Article 18/2021

Labour Edge

Employment contracts are, by their nature, reciprocal contracts.  What does this principle of reciprocity entail?


In the case of reciprocal contracts, one party undertakes to perform specifically in exchange for a particular counter-performance by the other. In such cases, the principle of reciprocity applies: the first party is not entitled to demand counter-performance from the other party unless the first party has himself or herself performed, or is prepared to perform, as the case may be. Whether the obligations are reciprocal depends on the terms of the contract, actual or implied. In each instance, it is basically a question of interpretation whether the obligations are so closely linked that there exists the relation that one was undertaken specifically in return for the other (see ‘Contract’ Vol 9 LAWSA 3rd ed paragraph 379 – By ADJ van Rensburg, JG Lotz & TAR van Rhijn (updated by RD Sharrock)).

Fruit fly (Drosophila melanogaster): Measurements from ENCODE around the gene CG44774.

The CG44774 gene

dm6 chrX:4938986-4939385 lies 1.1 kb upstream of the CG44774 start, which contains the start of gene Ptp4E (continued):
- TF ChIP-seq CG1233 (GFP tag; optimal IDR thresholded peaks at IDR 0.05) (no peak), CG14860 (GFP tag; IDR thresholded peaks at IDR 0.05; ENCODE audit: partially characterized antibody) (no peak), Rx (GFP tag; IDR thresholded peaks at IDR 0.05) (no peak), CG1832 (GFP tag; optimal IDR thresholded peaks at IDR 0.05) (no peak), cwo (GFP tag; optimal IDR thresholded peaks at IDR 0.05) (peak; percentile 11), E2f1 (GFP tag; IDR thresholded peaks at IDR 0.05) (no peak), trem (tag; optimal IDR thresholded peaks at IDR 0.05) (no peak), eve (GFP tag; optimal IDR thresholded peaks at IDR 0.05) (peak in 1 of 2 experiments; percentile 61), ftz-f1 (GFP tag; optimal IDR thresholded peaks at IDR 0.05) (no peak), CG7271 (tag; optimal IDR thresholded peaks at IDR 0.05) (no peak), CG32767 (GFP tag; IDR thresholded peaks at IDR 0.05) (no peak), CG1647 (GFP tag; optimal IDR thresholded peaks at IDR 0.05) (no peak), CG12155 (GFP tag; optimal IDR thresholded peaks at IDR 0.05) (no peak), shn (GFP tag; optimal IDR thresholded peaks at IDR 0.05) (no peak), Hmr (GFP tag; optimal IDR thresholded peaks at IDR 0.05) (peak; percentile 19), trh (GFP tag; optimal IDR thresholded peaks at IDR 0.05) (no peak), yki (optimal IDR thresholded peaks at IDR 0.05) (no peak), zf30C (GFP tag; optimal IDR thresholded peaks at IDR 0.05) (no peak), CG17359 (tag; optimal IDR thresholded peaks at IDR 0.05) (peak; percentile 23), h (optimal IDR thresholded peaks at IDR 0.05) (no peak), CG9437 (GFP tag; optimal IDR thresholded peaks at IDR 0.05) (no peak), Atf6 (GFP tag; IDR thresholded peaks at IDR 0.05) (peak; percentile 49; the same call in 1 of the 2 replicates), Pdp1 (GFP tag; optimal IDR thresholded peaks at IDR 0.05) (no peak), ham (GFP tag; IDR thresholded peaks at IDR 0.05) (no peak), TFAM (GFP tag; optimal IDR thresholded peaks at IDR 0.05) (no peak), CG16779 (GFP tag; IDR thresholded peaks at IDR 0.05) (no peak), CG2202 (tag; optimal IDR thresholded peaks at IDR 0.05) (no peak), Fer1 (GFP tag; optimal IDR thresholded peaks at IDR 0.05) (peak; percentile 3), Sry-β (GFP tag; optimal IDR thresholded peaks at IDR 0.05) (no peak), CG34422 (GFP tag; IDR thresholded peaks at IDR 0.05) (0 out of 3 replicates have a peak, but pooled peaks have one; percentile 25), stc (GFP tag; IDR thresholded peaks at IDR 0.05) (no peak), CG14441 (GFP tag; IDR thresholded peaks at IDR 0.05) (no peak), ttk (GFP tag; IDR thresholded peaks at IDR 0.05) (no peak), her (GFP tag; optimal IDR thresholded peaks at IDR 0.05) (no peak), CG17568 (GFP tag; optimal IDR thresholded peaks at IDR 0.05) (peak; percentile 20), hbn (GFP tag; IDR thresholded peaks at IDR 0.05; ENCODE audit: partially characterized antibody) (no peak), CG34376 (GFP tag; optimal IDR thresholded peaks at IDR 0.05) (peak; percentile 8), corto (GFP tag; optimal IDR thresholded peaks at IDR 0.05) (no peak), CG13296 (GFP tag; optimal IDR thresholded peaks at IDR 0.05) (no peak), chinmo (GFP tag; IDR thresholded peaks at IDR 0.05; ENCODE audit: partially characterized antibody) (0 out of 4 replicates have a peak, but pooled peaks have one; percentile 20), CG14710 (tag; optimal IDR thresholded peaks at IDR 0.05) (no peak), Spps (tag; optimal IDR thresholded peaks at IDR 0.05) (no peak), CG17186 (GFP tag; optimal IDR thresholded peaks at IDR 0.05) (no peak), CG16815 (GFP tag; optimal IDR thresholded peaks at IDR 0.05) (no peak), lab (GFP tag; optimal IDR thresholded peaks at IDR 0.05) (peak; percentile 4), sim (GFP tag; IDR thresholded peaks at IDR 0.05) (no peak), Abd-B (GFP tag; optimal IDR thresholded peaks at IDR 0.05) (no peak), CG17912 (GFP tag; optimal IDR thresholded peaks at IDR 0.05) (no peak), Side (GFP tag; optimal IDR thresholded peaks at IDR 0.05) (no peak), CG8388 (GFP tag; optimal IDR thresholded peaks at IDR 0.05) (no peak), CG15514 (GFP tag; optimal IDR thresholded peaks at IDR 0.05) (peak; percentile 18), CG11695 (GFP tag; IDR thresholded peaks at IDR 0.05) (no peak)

With reference to Potgieter v Samancor Chrome Ltd t/a Tubatse Ferrochrome (2022) 33 SALLR 190 (LC) and Van Rensburg and Others v Department of Justice and Correctional Services and Others (2022) 33 SALLR 280 (LC); (2022) 43 ILJ 2110 (LC).

In what instances does the jurisdiction of the supreme court of appeal trump the jurisdiction of the labour appeal court?

Where an employer prematurely terminates a fixed-term contract and the employee challenges such termination as being unlawful and claims damages and not specific performance, the labour court has up to now ordered damages even though same is an unliquidated claim for damages.